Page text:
Slow Tactic #1 – Website Analytics. This can be the king of slow. First you need place a piece of scary techno code on every page of your site and then wait for your data to build into something sizeable to derive insight from. Work a bit than wait. It’s a common theme for the other slow tactics ahead.
But don’t let this put you off. Sometimes great things do take time. After a few weeks of the code living on a reasonably busy website you will be able to see information where there was once previously blank screens and you be able to answer questions like these:
What type of job does my website do at converting the traffic it receives? How much traffic does Google send to my website? How much do I make for every $1 I spend with Google advertising?
These are not small – nice to know – questions. Answered accurately, they can help you curtail any loss making advertising and reveal gaps in your Search Engine Optimisation efforts.
Slow Tactic #2 – Search Engine Optimisation. OK so here’s one of the many dirty little secrets of this tactic. Good work here = ongoing content creation. I have talked before of how 18 months ago this may not have been the case. Nevertheless for now, and based on what Google suggests the future will provide, you can expect to be creating content for your site, each month ahead for a very long time. If not forever.
This is slow, laborious and hard work. I know. And this will be exactly what your competitors will be thinking too. Some will shirk away and scuttle off to the appeal of paid advertising, forever happy to pay their “Google Tax” for traffic.
Whereas others, not afraid of some hard work, will dive into the task with vigour and stick with it. These marketers will be rewarded with good rankings. Forget about achieving organic rankings for free. Creating good content costs but the payoff is there if you see it as an investment that returns organic visits that arrive on your site with no incremental costs.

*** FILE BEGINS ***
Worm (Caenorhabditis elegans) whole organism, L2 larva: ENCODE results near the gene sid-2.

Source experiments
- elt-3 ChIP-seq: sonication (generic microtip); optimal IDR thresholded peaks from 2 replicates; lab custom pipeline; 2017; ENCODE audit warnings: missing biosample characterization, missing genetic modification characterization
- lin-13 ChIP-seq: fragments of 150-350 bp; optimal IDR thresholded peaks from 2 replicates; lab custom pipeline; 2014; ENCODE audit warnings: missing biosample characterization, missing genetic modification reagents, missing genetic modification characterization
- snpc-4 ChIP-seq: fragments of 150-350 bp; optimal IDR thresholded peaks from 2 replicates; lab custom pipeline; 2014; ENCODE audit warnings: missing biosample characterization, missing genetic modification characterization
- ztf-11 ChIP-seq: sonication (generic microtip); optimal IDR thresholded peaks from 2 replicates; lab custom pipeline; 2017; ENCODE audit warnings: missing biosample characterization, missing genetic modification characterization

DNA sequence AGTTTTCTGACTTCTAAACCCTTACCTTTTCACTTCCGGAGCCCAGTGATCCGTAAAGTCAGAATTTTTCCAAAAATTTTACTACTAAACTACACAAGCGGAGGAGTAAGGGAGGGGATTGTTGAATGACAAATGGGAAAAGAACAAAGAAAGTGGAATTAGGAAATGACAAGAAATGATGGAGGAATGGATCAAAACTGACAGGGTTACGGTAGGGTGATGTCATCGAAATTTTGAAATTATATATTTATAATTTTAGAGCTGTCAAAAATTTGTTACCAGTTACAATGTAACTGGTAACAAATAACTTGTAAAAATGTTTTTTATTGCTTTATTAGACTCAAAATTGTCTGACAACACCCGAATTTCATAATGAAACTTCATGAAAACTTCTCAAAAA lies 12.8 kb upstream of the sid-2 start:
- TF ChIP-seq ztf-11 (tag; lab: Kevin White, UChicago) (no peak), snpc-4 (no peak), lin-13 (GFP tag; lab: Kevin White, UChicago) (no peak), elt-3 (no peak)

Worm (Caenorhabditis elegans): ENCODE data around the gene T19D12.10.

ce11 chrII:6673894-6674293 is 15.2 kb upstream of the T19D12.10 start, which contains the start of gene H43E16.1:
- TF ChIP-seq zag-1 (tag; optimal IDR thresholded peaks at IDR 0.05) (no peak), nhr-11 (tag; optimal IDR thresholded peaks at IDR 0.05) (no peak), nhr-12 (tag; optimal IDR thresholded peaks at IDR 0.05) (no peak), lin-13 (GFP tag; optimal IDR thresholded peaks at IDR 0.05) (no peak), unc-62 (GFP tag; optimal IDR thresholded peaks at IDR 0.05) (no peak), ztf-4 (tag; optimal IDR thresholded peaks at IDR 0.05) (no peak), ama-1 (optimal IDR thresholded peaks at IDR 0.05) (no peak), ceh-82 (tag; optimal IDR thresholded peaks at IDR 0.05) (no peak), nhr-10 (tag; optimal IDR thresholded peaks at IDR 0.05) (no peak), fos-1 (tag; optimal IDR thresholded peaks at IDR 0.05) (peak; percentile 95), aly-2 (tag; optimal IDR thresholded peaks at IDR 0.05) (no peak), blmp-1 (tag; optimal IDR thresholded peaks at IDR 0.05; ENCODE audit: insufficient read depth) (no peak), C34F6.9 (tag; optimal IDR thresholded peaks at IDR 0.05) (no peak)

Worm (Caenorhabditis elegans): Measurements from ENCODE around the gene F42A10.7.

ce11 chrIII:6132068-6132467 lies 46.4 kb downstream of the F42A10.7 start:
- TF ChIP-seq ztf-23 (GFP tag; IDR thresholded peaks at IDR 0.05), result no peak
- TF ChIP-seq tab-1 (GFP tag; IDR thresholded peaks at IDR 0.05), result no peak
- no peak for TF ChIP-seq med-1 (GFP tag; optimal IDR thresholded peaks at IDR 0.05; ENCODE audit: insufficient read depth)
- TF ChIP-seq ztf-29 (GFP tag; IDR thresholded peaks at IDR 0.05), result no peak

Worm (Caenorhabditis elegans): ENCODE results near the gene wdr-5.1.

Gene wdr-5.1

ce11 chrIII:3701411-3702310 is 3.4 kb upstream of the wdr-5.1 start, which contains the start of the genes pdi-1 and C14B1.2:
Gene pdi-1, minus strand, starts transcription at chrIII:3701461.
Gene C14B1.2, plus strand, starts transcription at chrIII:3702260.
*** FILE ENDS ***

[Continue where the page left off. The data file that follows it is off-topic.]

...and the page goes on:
Slow Tactic #3 – Website Optimisation through Split Testing. If Analytics is the king of slow then this must be the queen. So say that during your “report peering” time you see that your converts at 1.5% when the industry standard is 4%.
You also find a page on the typical pathway of the conversion process that is responsible for part of the problem. The next step is to create some alternative content and then run a simple A/B split test to see how it performs compared to the original.
Again, it’s time to do the work and then sit and wait. Depending on the amount of traffic your test page “sees” this could be a week, a month or even a quarter. Anyway, once there’s enough data to draw a statistically valid conclusion then you can pick the winner and move on. Slowly, slowly you will push the conversion rate upwards as each winner, wins a bit better than the last. Brick by brick you will be creating a high converting website. Something that once achieved, could dramatically change your future online.
I’m running out of space here so I’ll have to pass on two other slow but effective strategies – one in paid advertising, the other in email marketing. Like the others, they are winners too that can create long lasting positive effects.
It would be very simplistic to think that “fast” tactics bring immediate results while the “slow” produce lasting insight. Nevertheless, the allure of speed is such that the majority spend more time implementing “fast” than they do “slow”.
If this is you, then why not decide this month to head over to the “slow” lane and apply one of the tactics that I have covered here. Contact the team today to learn how we can help.